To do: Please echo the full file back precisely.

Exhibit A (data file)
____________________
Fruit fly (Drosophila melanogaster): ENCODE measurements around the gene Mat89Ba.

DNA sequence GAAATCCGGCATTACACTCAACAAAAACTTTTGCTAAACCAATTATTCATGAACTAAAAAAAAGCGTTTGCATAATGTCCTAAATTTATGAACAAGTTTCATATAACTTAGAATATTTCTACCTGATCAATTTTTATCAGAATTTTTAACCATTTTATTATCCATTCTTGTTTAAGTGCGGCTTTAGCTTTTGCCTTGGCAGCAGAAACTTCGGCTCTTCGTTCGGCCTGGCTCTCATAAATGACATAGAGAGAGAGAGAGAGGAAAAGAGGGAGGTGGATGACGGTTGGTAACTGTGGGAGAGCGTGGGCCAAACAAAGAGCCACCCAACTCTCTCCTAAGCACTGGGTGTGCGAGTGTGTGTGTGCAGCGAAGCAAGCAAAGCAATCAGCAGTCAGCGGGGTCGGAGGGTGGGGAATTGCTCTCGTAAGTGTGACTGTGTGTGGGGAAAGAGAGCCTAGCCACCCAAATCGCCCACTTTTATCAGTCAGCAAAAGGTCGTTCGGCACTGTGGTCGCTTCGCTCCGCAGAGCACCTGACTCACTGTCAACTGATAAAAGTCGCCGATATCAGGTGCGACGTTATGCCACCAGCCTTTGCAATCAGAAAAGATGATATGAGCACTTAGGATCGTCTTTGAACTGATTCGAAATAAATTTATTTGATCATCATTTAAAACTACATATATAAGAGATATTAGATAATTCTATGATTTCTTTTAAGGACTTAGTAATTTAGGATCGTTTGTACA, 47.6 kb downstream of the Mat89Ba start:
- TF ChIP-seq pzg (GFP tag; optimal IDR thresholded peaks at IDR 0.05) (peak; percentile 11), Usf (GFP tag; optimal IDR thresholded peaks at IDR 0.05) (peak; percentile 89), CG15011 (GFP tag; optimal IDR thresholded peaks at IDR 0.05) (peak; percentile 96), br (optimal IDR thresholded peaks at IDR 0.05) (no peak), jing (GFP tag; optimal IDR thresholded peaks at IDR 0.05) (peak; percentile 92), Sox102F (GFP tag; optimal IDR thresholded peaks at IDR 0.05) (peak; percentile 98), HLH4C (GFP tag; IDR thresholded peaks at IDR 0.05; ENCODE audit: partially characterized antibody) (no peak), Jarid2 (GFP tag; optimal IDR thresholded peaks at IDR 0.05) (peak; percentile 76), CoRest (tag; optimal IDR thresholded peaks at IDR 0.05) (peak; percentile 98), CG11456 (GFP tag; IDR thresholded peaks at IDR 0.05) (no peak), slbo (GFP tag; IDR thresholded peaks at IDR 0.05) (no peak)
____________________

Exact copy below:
Fruit fly (Drosophila melanogaster): ENCODE measurements around the gene Mat89Ba.

DNA sequence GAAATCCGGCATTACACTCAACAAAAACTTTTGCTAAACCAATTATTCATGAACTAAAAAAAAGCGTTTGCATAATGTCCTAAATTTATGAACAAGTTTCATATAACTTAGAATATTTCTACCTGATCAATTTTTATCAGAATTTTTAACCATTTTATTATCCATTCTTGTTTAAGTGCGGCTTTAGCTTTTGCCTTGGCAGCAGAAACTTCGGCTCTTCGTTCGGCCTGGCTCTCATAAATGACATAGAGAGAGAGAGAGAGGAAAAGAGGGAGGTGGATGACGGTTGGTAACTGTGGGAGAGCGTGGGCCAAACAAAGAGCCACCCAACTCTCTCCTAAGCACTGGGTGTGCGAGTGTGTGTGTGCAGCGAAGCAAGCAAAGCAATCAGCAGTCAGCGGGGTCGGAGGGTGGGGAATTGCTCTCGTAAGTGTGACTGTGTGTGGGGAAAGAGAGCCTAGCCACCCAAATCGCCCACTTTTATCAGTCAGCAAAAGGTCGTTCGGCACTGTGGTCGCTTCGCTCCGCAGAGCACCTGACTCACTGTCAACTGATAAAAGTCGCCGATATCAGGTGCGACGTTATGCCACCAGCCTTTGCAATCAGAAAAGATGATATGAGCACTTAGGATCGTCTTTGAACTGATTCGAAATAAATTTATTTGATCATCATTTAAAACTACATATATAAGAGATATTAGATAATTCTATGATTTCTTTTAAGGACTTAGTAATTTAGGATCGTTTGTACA, 47.6 kb downstream of the Mat89Ba start:
- TF ChIP-seq pzg (GFP tag; optimal IDR thresholded peaks at IDR 0.05) (peak; percentile 11), Usf (GFP tag; optimal IDR thresholded peaks at IDR 0.05) (peak; percentile 89), CG15011 (GFP tag; optimal IDR thresholded peaks at IDR 0.05) (peak; percentile 96), br (optimal IDR thresholded peaks at IDR 0.05) (no peak), jing (GFP tag; optimal IDR thresholded peaks at IDR 0.05) (peak; percentile 92), Sox102F (GFP tag; optimal IDR thresholded peaks at IDR 0.05) (peak; percentile 98), HLH4C (GFP tag; IDR thresholded peaks at IDR 0.05; ENCODE audit: partially characterized antibody) (no peak), Jarid2 (GFP tag; optimal IDR thresholded peaks at IDR 0.05) (peak; percentile 76), CoRest (tag; optimal IDR thresholded peaks at IDR 0.05) (peak; percentile 98), CG11456 (GFP tag; IDR thresholded peaks at IDR 0.05) (no peak), slbo (GFP tag; IDR thresholded peaks at IDR 0.05) (no peak)